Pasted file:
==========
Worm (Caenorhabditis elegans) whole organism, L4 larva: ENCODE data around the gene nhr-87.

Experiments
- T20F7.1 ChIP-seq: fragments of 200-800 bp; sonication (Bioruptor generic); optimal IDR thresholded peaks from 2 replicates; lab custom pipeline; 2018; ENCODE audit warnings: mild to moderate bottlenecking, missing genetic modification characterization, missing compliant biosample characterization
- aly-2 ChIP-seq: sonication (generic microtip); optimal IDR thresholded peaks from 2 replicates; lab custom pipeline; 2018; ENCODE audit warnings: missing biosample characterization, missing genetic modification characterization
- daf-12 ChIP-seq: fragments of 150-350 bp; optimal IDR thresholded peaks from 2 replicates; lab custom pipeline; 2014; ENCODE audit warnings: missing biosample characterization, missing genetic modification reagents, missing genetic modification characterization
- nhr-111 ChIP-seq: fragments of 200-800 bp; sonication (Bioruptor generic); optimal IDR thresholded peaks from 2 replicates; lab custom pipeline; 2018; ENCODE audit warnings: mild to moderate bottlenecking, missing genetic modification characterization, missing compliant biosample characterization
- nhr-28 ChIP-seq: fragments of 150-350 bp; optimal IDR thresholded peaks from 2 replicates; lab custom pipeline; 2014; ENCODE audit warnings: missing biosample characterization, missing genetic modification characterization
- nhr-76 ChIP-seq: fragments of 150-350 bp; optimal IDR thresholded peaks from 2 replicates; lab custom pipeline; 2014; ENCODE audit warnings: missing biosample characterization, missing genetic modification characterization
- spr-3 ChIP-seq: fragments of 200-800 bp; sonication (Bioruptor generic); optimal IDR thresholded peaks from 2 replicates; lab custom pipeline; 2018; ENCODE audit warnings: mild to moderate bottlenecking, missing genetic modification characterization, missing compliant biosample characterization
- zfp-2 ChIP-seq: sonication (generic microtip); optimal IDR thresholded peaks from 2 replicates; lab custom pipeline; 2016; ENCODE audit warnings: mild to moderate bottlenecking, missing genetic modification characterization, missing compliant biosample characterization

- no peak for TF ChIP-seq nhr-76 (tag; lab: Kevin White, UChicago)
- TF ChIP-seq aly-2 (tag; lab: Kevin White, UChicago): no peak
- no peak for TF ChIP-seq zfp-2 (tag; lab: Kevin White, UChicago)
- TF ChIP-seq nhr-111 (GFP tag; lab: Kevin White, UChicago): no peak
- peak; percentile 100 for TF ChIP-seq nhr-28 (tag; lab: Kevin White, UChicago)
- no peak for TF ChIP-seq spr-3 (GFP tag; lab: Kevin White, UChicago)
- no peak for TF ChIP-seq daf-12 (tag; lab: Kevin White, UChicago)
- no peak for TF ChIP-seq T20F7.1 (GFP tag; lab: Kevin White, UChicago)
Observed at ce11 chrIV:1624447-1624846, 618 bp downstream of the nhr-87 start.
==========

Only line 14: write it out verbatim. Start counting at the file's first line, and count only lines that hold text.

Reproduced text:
- TF ChIP-seq nhr-111 (GFP tag; lab: Kevin White, UChicago): no peak